Trent Dalton, Boy Swallows Universe (Fourth Estate 2018)
Before the meeting: This was an unusual meeting of the Book Group, most obviously because it happened online, with participants spread from Bondi to Balmain, and less obviously because it’s the first time a book has been chosen that I’ve already read.
So for my pre-meeting take on the book, I’ll just point you to this link, and limit myself to saying that I enjoyed the book, and risked a visit to the supermarket to buy a bottle of sarsaparilla to flourish at the zoom screen.
After the meeting: As you would expect, we spent time checking how we were all going in our separate households. One of us reported the death of a friend in England. One made only a brief appearance because he is a health worker and exhausted, as well as putting himself at risk as an essential worker. Another has been working very long hours as his business adjusts to having most people working from home and he spends many hours every day in online meetings, which, he says, may actually be more productive than in-person meetings, but are exhausting. Several of us, me included, reported intergenerational tensions as people variously worried that others weren’t taking enough care or were annoyed by other people’s worry. A number spoke of the odd sense of having a relaxing time to do gardening and sit about and read, while outside – where you’re not allowed to go – terrible things are happening. I got the impression that many of us are addicted to Covid-19 news. There were no jokes.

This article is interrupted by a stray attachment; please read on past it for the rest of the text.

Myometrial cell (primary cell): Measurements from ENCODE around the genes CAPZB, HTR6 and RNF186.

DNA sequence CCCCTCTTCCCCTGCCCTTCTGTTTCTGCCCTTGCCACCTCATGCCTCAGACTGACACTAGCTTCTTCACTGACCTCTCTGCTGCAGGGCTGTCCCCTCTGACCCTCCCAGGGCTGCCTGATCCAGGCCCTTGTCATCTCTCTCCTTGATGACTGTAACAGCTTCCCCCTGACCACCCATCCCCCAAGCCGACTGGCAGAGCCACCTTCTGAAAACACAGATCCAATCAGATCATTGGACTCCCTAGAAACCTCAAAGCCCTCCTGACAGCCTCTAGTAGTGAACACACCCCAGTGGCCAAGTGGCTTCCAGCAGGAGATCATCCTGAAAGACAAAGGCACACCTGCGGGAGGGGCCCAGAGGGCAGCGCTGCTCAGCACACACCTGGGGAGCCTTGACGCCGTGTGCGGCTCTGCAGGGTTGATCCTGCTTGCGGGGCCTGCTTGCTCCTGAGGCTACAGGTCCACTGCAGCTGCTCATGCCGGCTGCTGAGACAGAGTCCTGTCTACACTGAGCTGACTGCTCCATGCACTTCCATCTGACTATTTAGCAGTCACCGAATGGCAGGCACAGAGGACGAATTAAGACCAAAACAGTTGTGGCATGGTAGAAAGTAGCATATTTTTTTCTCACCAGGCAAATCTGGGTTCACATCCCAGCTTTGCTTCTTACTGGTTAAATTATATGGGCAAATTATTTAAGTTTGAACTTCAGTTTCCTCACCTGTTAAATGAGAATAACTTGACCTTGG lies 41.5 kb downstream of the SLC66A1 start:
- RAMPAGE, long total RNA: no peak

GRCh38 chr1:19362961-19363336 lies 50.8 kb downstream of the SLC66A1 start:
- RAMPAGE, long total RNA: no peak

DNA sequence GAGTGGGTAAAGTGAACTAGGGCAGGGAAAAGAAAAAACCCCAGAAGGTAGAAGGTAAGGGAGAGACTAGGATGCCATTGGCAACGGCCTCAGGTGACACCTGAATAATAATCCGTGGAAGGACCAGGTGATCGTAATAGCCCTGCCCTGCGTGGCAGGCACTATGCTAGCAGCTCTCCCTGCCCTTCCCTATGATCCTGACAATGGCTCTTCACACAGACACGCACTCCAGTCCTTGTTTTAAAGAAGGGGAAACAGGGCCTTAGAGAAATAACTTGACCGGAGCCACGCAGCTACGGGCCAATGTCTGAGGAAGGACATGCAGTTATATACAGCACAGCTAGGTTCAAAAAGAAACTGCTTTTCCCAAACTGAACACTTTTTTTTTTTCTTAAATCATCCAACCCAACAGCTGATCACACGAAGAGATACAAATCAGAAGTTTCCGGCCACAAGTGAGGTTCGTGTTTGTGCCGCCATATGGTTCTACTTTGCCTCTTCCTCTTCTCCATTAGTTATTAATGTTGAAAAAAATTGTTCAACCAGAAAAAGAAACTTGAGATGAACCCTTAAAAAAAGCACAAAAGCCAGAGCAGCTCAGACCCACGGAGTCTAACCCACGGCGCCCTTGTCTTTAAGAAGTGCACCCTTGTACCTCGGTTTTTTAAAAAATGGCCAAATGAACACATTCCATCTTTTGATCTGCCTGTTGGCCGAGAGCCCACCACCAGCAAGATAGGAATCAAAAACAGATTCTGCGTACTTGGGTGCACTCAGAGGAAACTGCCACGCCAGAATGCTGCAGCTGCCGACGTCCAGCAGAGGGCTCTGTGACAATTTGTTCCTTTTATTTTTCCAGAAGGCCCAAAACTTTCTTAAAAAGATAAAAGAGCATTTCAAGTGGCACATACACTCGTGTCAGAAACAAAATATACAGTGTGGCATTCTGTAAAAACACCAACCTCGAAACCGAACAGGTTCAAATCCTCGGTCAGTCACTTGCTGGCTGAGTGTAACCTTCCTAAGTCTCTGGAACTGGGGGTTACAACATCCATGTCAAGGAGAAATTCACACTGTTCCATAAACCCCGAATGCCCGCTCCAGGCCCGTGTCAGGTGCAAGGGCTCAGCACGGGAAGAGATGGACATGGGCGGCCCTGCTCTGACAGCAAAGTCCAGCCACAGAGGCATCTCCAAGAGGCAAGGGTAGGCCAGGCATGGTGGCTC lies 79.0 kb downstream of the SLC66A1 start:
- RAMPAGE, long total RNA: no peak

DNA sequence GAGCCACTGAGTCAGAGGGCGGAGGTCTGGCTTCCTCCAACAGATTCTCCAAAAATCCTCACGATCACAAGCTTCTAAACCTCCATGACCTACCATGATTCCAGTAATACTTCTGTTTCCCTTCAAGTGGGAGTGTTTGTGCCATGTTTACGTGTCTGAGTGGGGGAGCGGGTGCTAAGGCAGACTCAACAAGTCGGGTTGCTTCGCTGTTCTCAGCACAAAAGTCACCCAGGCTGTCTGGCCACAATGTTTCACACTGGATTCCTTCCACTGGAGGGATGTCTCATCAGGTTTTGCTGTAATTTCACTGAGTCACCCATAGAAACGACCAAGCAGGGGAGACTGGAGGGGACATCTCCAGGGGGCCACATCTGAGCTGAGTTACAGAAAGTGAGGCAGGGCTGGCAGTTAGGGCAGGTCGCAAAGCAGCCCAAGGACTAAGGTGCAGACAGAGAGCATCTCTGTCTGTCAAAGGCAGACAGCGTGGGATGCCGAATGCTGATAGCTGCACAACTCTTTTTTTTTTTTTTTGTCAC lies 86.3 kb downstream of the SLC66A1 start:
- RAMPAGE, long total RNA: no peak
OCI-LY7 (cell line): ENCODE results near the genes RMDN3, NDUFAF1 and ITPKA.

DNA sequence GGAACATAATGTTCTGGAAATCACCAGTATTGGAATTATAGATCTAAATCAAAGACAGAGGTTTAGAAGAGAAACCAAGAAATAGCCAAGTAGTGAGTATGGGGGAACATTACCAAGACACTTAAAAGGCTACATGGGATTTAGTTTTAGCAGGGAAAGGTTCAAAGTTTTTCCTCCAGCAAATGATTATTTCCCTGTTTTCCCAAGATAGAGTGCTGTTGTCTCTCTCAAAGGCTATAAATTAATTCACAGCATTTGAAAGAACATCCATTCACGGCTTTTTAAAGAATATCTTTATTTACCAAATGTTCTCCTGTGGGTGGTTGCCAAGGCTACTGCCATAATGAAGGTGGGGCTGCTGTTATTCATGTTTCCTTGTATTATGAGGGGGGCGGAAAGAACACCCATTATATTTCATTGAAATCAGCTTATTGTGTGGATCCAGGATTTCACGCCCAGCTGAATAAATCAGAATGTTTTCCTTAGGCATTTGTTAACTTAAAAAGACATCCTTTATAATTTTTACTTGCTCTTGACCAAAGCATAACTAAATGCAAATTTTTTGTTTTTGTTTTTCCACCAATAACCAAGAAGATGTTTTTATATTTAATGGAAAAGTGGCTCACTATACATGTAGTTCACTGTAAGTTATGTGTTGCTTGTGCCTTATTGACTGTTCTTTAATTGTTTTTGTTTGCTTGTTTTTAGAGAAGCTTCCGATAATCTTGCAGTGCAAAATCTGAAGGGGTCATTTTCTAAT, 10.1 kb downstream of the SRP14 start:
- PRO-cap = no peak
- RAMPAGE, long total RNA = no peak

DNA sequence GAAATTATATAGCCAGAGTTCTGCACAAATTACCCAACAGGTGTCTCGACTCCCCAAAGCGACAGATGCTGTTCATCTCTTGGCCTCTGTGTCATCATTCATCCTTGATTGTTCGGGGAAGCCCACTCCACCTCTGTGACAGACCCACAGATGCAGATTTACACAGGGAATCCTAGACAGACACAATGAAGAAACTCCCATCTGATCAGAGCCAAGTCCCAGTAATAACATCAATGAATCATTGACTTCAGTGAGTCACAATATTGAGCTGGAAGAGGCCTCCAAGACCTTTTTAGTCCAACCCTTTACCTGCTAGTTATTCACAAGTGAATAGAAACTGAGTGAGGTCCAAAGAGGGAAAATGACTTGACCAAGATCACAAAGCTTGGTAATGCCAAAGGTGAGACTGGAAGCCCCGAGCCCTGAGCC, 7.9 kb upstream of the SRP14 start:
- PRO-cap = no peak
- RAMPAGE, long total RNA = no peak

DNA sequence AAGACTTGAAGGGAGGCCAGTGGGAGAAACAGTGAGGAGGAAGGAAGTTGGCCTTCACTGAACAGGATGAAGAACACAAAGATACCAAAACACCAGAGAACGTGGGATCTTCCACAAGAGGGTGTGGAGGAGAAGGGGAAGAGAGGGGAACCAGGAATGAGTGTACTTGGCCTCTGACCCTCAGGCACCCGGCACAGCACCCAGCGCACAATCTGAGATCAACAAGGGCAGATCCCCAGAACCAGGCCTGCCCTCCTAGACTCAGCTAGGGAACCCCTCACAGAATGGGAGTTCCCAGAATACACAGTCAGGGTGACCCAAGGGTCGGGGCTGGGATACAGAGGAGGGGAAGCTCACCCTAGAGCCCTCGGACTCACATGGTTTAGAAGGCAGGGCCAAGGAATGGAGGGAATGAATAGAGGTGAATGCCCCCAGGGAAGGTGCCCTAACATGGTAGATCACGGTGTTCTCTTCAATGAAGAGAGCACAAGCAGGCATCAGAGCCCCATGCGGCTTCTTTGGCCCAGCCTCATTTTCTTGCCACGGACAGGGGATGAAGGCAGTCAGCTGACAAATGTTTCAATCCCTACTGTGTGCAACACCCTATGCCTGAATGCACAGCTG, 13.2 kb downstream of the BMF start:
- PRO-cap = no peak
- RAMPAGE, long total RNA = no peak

We did get to the book. Without food to share or the possibility of fragmenting into small incidental conversations the whole thing was a lot less fun than we’re used to. It felt almost like an Eng Lit seminar – not that there’s anything terribly wrong with that. Most of us enjoyed the book. One chap said that generally if a book hasn’t grabbed him by page 72 he gives up on it; this book took until page 272, but then he decided to go with it and really had a good time. Some didn’t care much for the longish expository opening. (I think they were referring to the evocation of Brisbane suburbs, which I loved.) Another felt that the magic realism elements were the least successful, and I think we can look forward to an excellent film.